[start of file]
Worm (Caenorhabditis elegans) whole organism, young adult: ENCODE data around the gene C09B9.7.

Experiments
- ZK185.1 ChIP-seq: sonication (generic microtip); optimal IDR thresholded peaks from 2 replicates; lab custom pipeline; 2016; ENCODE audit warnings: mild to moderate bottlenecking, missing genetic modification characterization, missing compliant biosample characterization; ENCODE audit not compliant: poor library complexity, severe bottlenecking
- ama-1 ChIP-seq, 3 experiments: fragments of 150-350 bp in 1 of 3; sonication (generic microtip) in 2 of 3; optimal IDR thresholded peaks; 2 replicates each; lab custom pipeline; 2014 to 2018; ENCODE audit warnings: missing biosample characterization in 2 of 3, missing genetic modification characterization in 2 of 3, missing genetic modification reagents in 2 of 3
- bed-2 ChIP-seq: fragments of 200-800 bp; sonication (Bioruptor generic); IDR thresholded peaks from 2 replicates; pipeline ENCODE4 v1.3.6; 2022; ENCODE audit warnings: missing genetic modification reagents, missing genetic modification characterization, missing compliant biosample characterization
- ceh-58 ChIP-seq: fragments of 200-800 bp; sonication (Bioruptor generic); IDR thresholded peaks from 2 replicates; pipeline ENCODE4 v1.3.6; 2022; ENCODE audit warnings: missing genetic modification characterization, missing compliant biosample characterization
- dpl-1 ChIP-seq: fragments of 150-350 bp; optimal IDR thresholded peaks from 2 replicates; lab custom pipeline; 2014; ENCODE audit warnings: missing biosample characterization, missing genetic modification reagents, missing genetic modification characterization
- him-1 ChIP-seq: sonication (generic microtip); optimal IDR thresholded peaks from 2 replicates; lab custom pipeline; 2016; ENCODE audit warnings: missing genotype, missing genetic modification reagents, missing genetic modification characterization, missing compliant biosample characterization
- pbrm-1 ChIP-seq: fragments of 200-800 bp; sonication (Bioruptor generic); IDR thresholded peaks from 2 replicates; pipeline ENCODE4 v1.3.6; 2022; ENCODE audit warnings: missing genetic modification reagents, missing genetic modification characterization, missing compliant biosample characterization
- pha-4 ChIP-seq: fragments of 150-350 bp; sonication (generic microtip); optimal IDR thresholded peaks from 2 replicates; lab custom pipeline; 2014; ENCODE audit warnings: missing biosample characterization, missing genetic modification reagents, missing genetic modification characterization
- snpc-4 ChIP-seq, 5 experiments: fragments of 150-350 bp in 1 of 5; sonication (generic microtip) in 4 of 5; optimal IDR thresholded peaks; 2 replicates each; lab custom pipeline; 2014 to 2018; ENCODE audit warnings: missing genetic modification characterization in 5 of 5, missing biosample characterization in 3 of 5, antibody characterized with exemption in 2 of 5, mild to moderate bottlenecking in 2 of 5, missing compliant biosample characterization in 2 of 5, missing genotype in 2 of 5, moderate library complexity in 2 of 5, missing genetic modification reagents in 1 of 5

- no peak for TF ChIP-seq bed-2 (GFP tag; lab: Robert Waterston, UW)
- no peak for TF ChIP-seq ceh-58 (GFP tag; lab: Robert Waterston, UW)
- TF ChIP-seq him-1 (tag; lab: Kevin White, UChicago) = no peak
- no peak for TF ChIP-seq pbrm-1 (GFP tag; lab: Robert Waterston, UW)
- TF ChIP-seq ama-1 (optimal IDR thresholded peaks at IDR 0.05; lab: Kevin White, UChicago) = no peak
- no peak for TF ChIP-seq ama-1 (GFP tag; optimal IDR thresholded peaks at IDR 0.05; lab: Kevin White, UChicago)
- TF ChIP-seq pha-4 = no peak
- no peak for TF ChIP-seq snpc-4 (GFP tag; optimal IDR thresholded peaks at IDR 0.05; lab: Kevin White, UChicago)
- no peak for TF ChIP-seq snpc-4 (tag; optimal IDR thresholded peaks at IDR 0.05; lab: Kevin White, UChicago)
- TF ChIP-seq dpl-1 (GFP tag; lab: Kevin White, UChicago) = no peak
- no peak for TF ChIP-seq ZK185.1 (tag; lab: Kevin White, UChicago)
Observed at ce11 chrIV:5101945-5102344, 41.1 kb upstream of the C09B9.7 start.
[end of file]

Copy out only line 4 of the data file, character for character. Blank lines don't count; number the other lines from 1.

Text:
- ama-1 ChIP-seq, 3 experiments: fragments of 150-350 bp in 1 of 3; sonication (generic microtip) in 2 of 3; optimal IDR thresholded peaks; 2 replicates each; lab custom pipeline; 2014 to 2018; ENCODE audit warnings: missing biosample characterization in 2 of 3, missing genetic modification characterization in 2 of 3, missing genetic modification reagents in 2 of 3